Roger came to treatment because he was experiencing panic attacks that seemed to come out of nowhere. Suddenly he would be overcome with a sense of impending doom and dread, had palpitations, chest pain, shortness of breath, sweating, dizziness. The first two times he went to an emergency room thinking he was having a heart attack at the ripe old age of 31. His discharge diagnosis from the emergency was the same both times: panic attack. The recommendation: See a psychiatrist.
He was convinced that his panic was from the combined stress of hating his job and adjusting to his hyperactive first child who had just begun walking and creating chaos everywhere. Although we investigated his assumptions carefully, this cause-effect hypothesis just didn’t seem to hold water.
His symptoms improved significantly with medication but he would still experience breakthrough panic attacks. He began to chart his panic attacks, keeping a journal of where he was during an attack, what was going on in his life just prior, his diet, sleep – anything that could be relevant. After examining a sufficient number of episodes, it was clear that there was no pattern.
In short, there was no identifiable pattern associated with his panic attacks until one day when he remarked that one of his panic attacks occurred at roughly the same time as a large earthquake in South America. More out of amusement than anything else, we reviewed his journal and looked on a website that tracks earthquakes all over the world. As it turns out, there are several small earthquakes on a daily basis. Remarkably however, in reviewing his journal and the website, nearly all of his panic attacks occurred within 24 hours of a very major earthquake somewhere in the world.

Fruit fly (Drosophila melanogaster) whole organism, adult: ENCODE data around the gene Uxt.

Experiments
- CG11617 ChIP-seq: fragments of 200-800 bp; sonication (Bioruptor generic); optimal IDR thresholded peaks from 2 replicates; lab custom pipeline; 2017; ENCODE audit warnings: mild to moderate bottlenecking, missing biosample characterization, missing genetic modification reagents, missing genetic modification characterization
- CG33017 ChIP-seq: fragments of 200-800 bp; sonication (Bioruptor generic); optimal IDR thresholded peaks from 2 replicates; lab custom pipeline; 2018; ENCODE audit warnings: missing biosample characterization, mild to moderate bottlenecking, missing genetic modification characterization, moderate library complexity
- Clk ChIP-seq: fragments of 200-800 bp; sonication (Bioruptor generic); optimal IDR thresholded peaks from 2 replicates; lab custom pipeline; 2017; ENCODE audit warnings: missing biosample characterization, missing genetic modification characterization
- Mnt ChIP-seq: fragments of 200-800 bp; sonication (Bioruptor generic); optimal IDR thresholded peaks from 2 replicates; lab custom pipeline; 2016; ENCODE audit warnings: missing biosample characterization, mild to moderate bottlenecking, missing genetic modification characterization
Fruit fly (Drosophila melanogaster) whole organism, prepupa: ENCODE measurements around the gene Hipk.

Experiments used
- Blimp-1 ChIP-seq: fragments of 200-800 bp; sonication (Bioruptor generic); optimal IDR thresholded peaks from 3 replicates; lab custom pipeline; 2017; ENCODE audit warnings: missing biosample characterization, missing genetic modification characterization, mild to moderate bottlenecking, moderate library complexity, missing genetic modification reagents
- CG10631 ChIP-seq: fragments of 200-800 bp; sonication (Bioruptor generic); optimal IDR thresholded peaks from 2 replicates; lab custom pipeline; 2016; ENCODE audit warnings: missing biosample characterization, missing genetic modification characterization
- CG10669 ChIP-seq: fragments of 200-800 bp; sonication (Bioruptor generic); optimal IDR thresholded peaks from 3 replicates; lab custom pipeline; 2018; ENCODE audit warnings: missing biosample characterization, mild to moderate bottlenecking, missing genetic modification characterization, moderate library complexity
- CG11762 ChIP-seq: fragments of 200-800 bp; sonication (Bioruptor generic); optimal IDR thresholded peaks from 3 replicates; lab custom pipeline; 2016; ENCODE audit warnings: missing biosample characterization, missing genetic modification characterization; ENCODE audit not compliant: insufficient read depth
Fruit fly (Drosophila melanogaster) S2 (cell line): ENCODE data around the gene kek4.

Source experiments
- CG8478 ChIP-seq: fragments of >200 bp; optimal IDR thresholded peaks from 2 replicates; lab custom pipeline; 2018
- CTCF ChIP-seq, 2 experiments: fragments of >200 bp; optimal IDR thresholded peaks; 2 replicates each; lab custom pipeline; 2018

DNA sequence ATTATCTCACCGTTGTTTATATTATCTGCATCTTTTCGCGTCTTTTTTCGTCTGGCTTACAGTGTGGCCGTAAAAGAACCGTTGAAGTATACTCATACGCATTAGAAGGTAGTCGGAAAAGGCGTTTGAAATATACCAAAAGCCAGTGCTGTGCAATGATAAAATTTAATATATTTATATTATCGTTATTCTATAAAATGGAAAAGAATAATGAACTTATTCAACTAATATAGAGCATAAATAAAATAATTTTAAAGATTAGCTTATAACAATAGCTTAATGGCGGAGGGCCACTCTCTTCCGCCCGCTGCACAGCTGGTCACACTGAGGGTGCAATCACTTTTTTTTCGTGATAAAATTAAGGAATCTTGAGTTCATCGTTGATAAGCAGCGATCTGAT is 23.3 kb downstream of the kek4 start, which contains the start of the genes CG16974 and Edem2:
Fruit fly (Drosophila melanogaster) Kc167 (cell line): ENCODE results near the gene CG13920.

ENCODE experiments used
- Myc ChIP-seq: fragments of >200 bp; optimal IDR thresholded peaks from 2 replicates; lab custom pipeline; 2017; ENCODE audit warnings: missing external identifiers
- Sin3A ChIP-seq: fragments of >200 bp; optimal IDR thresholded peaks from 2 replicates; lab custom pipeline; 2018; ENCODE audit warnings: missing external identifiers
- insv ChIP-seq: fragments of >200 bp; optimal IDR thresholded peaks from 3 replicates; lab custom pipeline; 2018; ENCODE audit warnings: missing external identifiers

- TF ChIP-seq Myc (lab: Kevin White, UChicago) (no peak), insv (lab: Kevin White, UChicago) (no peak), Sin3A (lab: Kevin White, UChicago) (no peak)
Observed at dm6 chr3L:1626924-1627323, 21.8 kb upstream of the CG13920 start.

So is Roger some type of human seismograph? Can humans perceive earthquakes that occur very far away? I have no idea. But the story illustrates a more important point.
Not everything in our world follows a cause-effect pattern. Many things are inexplicable and we may never understand why they occur. And we are extremely uncomfortable with that realization. We perceive things and have reactions to them, but cannot identify what we are perceiving. In order to not feel “crazy,” we have a habit of attribution. We are constantly attributing our thoughts and feelings to something because we cannot tolerate not knowing why.